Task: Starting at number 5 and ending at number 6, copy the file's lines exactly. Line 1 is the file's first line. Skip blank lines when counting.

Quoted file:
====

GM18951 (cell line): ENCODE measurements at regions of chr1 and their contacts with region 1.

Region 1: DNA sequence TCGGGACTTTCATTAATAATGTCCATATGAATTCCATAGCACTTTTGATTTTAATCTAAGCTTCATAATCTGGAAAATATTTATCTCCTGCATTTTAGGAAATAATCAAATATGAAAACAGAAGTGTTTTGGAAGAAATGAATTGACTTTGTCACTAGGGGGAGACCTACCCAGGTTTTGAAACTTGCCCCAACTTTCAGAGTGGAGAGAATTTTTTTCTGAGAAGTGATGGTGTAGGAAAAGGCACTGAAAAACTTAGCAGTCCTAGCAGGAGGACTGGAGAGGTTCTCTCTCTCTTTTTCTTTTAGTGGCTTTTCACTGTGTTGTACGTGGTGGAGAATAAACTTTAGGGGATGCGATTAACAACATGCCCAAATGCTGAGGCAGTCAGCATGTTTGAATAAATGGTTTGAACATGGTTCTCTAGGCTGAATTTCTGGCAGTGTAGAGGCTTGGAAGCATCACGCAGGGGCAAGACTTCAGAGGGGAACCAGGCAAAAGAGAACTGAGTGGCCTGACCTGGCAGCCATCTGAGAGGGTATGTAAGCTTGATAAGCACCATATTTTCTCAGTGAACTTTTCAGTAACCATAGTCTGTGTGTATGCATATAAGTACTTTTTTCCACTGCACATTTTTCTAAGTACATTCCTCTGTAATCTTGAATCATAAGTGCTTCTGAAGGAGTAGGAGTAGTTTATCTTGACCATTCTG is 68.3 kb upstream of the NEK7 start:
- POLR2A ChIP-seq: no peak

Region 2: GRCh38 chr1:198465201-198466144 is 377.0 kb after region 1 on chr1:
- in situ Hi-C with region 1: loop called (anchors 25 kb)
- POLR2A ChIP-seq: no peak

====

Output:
- in situ Hi-C with region 1: loop called (anchors 25 kb)
- POLR2A ChIP-seq: no peak